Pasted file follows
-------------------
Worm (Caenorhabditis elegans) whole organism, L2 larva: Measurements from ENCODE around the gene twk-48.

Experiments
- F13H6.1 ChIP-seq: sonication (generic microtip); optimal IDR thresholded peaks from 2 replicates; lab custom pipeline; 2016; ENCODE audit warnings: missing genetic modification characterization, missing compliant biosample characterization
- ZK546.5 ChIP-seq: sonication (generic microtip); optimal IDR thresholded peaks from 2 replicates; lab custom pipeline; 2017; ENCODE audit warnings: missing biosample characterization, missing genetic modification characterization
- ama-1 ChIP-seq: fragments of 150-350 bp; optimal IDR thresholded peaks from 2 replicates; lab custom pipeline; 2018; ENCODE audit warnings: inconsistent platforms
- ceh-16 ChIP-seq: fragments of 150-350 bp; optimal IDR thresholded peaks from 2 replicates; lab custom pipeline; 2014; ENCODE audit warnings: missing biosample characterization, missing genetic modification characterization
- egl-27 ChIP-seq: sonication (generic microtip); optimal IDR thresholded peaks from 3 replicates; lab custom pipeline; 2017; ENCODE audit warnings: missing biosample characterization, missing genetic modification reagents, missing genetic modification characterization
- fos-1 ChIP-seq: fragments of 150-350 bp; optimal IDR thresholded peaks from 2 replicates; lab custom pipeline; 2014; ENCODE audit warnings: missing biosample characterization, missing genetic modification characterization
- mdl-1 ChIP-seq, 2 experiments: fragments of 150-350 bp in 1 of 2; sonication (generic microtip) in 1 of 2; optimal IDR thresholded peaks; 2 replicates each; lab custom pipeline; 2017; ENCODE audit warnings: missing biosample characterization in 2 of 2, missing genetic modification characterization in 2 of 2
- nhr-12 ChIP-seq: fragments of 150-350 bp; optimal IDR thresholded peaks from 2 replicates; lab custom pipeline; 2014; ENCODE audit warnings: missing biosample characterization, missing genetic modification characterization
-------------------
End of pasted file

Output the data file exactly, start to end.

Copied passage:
Worm (Caenorhabditis elegans) whole organism, L2 larva: Measurements from ENCODE around the gene twk-48.

Experiments
- F13H6.1 ChIP-seq: sonication (generic microtip); optimal IDR thresholded peaks from 2 replicates; lab custom pipeline; 2016; ENCODE audit warnings: missing genetic modification characterization, missing compliant biosample characterization
- ZK546.5 ChIP-seq: sonication (generic microtip); optimal IDR thresholded peaks from 2 replicates; lab custom pipeline; 2017; ENCODE audit warnings: missing biosample characterization, missing genetic modification characterization
- ama-1 ChIP-seq: fragments of 150-350 bp; optimal IDR thresholded peaks from 2 replicates; lab custom pipeline; 2018; ENCODE audit warnings: inconsistent platforms
- ceh-16 ChIP-seq: fragments of 150-350 bp; optimal IDR thresholded peaks from 2 replicates; lab custom pipeline; 2014; ENCODE audit warnings: missing biosample characterization, missing genetic modification characterization
- egl-27 ChIP-seq: sonication (generic microtip); optimal IDR thresholded peaks from 3 replicates; lab custom pipeline; 2017; ENCODE audit warnings: missing biosample characterization, missing genetic modification reagents, missing genetic modification characterization
- fos-1 ChIP-seq: fragments of 150-350 bp; optimal IDR thresholded peaks from 2 replicates; lab custom pipeline; 2014; ENCODE audit warnings: missing biosample characterization, missing genetic modification characterization
- mdl-1 ChIP-seq, 2 experiments: fragments of 150-350 bp in 1 of 2; sonication (generic microtip) in 1 of 2; optimal IDR thresholded peaks; 2 replicates each; lab custom pipeline; 2017; ENCODE audit warnings: missing biosample characterization in 2 of 2, missing genetic modification characterization in 2 of 2
- nhr-12 ChIP-seq: fragments of 150-350 bp; optimal IDR thresholded peaks from 2 replicates; lab custom pipeline; 2014; ENCODE audit warnings: missing biosample characterization, missing genetic modification characterization